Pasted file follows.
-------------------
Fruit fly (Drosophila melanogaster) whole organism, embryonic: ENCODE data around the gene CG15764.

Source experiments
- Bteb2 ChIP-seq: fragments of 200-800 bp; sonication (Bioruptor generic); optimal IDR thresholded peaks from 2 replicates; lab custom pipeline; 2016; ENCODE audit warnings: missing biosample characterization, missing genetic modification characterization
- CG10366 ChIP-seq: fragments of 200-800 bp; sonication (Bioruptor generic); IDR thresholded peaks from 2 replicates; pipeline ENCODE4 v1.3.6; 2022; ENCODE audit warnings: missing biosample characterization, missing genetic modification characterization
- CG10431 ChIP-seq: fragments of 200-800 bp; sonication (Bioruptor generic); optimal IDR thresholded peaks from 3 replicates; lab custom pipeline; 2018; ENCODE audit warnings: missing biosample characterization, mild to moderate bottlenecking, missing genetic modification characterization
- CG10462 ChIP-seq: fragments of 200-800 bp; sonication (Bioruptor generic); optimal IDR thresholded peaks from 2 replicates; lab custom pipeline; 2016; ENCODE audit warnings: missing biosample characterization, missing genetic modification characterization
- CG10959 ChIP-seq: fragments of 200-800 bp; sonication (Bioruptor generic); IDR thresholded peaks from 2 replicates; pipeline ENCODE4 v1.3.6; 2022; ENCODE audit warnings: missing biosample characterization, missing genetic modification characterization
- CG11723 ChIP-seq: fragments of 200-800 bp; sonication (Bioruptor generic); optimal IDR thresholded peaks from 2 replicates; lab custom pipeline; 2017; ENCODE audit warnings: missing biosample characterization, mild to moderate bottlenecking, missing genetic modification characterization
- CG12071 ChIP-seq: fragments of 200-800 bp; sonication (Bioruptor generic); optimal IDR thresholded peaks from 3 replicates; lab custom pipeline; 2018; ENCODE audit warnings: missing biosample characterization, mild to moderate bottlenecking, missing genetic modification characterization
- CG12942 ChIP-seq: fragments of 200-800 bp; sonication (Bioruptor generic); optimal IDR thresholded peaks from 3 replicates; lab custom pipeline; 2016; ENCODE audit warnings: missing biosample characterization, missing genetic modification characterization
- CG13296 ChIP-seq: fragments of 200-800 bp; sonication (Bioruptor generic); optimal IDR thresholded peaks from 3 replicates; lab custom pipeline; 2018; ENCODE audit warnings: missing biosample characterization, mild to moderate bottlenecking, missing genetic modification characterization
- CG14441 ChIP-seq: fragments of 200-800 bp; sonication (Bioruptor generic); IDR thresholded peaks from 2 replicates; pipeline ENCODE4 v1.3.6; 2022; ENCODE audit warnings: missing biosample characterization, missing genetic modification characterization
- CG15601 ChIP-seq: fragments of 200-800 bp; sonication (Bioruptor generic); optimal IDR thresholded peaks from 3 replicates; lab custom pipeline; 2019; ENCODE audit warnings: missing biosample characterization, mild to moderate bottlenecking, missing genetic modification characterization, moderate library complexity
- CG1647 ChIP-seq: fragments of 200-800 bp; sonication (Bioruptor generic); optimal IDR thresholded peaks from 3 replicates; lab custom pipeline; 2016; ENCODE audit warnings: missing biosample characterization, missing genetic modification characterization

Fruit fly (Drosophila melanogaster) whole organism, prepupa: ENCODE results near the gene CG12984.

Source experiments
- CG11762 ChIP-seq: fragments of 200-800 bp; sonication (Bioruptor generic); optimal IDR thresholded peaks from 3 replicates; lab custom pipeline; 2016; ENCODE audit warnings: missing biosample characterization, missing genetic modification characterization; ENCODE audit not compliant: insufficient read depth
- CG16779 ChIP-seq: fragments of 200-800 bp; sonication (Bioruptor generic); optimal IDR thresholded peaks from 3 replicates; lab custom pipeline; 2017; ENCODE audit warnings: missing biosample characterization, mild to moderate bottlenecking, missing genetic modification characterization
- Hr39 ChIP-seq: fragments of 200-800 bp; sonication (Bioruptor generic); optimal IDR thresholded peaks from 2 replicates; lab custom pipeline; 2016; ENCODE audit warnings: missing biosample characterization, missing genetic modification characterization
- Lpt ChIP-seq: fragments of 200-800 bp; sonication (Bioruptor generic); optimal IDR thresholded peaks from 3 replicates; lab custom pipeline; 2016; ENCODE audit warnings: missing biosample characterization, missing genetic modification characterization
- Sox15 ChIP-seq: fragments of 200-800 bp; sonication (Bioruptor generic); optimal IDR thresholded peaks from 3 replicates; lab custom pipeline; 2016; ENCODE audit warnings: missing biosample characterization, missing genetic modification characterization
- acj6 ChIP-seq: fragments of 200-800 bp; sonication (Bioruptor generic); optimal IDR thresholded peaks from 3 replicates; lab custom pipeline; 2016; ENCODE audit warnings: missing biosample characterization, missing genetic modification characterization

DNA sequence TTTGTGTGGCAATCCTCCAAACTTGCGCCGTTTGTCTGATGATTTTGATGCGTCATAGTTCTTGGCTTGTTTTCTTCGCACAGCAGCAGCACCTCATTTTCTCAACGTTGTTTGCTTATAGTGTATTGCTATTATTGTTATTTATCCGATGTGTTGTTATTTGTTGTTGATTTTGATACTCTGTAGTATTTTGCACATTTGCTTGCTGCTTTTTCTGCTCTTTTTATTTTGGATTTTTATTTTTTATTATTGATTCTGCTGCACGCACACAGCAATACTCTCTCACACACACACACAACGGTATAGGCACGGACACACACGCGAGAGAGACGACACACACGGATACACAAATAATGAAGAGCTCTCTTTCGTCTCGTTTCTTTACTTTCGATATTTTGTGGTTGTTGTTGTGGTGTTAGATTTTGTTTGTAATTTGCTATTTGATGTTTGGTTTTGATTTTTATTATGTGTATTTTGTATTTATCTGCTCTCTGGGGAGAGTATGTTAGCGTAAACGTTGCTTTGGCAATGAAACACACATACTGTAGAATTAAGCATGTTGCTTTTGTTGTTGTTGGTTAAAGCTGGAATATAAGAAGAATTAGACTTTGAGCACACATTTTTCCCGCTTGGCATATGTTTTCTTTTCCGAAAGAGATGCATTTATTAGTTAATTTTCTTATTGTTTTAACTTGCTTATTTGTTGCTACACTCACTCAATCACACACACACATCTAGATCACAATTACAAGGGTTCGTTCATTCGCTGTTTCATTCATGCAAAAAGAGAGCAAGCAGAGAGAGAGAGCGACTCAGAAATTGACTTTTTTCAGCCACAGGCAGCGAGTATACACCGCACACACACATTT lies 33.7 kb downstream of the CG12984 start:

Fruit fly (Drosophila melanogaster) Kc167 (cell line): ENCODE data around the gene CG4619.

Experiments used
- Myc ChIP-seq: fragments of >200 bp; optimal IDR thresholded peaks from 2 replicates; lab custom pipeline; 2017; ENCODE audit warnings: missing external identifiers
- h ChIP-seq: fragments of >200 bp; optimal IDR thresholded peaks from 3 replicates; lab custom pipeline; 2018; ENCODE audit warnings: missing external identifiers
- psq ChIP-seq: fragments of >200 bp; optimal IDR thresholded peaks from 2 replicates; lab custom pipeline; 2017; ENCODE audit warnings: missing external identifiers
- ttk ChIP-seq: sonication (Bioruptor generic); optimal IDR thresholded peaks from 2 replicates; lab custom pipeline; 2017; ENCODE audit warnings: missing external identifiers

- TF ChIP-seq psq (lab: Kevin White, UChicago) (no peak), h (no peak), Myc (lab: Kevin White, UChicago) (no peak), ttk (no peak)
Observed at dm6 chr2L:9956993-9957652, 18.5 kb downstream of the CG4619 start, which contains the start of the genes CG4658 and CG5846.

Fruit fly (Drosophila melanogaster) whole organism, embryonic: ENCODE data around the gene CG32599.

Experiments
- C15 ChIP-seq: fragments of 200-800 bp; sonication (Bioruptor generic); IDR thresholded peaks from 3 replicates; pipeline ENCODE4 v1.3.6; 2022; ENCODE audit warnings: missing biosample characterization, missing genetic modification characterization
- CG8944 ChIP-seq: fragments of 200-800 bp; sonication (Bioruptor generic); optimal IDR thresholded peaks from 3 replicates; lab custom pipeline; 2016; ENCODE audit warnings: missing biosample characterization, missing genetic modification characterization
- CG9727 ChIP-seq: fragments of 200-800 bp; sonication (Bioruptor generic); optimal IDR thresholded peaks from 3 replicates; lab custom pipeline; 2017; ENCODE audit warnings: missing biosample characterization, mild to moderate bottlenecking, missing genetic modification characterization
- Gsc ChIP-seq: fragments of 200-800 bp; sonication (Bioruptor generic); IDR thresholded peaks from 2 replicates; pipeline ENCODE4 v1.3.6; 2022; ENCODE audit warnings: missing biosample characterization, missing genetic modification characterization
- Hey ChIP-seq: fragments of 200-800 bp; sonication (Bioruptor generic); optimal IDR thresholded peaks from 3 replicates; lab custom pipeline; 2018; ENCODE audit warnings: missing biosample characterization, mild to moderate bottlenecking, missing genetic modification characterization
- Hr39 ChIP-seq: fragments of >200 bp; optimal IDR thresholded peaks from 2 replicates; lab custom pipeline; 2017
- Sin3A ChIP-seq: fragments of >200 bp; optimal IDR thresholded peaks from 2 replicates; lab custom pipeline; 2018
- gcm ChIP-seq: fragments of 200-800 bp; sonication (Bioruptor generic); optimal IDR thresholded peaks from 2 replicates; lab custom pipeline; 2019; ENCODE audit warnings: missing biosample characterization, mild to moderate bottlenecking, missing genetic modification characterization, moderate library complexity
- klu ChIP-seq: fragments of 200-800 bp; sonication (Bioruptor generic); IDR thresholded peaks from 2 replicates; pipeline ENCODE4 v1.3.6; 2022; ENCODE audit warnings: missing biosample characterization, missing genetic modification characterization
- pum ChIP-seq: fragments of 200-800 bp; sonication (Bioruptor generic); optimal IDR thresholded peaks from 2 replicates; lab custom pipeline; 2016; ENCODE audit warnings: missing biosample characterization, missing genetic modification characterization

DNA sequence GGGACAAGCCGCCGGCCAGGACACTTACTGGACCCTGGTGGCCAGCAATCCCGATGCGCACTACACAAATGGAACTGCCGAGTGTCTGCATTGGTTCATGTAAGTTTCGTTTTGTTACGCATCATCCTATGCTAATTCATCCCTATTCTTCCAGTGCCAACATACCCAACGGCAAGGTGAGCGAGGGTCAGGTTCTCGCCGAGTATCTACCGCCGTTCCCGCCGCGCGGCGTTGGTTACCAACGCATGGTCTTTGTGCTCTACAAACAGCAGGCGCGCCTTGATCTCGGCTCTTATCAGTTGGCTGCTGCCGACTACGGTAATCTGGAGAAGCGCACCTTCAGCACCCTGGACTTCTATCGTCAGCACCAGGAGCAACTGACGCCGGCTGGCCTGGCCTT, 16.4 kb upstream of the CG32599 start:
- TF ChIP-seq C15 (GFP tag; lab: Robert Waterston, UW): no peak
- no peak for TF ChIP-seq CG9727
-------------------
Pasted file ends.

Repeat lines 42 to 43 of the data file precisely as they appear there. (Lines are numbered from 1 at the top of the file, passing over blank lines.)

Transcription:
- klu ChIP-seq: fragments of 200-800 bp; sonication (Bioruptor generic); IDR thresholded peaks from 2 replicates; pipeline ENCODE4 v1.3.6; 2022; ENCODE audit warnings: missing biosample characterization, missing genetic modification characterization
- pum ChIP-seq: fragments of 200-800 bp; sonication (Bioruptor generic); optimal IDR thresholded peaks from 2 replicates; lab custom pipeline; 2016; ENCODE audit warnings: missing biosample characterization, missing genetic modification characterization